“Our local champs opening up to the world is the best reward any coach could hope for,” his trainer Rocky Kiblawi, himself a World Muay Thai Champion, told L’Orient Today. “Yet it is unfortunate to see them shine in other countries rather than their own home.”
Known as Lebanon’s third mass exodus, more than 215,000 individuals have immigrated from this country between 2017 and 2021, including 79,134 last year alone, according to statistics from Lebanon’s General Security, as reported by the research firm Information International.
Since October 2019, the Lebanese lira has lost more than 90 percent of its value, eroding people’s ability to access basic goods, including food, shelter, and healthcare. The COVID-19 pandemic increased poverty and economic burdens, pushing out the youth and worsening the brain drain in the small country.
Growing up in a poor neighborhood in Choueifat, south of Beirut, young Dana dreamed of the luxuries the world has to offer. In fancier neighborhoods he saw people driving expensive cars, and on television he was bombarded with stories of people who seemed to have ready access to everything they dreamed of. However, that lifestyle was far removed from the experience of a large chunk of the Lebanese population.
Knowing that the only way to a better life for himself and for his family was through persistent hard work, Dana started working towards that “better life” when he was 14 years old.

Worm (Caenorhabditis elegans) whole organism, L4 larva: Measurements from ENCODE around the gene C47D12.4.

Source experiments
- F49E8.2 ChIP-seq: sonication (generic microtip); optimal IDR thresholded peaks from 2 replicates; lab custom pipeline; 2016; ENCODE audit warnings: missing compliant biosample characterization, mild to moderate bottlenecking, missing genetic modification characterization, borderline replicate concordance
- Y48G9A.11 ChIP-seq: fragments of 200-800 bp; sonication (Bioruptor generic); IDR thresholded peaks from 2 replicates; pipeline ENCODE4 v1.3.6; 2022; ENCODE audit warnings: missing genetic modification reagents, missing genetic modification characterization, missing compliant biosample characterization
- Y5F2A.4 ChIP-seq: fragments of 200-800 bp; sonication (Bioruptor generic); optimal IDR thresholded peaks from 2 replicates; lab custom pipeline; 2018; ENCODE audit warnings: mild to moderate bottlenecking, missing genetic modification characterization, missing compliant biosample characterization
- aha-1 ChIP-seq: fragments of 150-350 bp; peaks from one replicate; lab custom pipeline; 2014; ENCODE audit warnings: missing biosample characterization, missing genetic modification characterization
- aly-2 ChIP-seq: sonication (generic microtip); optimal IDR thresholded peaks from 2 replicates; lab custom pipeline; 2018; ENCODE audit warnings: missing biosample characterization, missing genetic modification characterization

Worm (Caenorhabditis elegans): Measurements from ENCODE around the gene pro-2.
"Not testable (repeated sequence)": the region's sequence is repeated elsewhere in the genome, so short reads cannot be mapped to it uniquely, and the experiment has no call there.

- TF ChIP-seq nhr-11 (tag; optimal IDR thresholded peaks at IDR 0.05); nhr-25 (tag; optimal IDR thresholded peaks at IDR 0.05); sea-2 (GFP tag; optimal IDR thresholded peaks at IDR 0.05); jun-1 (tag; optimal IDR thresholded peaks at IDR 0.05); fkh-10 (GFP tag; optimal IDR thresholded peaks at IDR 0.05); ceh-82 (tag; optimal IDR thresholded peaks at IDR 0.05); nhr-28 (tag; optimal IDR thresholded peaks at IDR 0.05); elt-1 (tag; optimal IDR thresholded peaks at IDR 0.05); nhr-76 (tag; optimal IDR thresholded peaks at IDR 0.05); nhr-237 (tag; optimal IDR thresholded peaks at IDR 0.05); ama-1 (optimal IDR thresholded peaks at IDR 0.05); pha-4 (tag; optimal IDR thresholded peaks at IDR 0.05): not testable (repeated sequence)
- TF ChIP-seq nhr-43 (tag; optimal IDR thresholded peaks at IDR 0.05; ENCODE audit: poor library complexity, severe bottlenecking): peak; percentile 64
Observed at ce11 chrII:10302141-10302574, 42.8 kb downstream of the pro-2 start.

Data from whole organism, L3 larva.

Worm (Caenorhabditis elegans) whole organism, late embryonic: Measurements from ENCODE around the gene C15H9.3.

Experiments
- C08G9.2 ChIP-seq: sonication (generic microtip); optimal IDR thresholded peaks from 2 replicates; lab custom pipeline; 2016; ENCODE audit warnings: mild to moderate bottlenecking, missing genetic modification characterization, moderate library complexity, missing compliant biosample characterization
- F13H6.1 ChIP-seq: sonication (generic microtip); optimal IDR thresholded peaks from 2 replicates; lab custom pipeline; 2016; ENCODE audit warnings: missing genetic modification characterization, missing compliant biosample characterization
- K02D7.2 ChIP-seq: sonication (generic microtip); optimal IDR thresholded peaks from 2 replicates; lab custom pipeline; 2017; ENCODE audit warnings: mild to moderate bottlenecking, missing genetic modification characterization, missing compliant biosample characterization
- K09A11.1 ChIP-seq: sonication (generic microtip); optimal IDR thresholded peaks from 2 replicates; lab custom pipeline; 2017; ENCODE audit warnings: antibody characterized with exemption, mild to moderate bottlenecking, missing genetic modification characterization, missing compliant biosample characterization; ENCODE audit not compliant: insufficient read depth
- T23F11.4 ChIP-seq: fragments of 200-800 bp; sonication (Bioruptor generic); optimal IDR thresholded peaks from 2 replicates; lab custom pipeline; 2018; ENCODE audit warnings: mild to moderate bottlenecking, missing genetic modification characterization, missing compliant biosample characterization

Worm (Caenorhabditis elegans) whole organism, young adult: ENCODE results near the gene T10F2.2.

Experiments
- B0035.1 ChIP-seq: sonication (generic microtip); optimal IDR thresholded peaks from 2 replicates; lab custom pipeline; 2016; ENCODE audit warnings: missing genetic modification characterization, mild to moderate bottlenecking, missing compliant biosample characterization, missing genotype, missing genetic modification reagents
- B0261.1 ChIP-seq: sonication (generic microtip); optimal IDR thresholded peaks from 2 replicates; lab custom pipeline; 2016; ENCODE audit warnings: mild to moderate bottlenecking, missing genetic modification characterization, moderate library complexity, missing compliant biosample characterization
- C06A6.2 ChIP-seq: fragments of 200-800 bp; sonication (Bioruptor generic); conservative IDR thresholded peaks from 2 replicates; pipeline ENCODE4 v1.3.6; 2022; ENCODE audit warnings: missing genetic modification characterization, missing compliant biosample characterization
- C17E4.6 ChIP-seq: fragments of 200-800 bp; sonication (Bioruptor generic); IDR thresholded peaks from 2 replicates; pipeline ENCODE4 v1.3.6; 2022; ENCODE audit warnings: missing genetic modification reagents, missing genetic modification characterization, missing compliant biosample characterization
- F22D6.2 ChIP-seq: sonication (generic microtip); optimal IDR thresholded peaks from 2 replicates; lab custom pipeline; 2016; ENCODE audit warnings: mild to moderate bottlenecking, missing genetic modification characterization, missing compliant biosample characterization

“Since my dad works in IT, I knew a bit about how to fix computers, format phones, download free games from the internet before it was common, and to solve minor technical errors in tablets, and mobile phones,” Dana told L’Orient Today. “So, whenever any of my neighbors faced a problem with their device, I would fix it for them, and charge them way less than a professional would.”
He would also buy old motorcycles that were no longer working, fix them, and sell them at a higher price.
After graduating from high school, Dana decided to pursue a degree in business management at the American University of Science and Technology. He knew he wanted to start his own business. In the meantime, he wanted to know who these people were who were living comfortably and did not worry about the problems plaguing the lower to middle class, and how they had found success. He read and observed voraciously and decided that what differentiated successful people from others was their persistence.
“It’s not only about being motivated, it’s about how much effort you're willing to put in, even when you’re not feeling your best,” Dana said.
He decided that there are two kinds of people in the business world: The professionals and the “jokers.”
"The professional knows everything about one kind of job, while the joker knows a lot of things about many kinds of jobs. I decided to be a joker, and not a professional,” he recalled.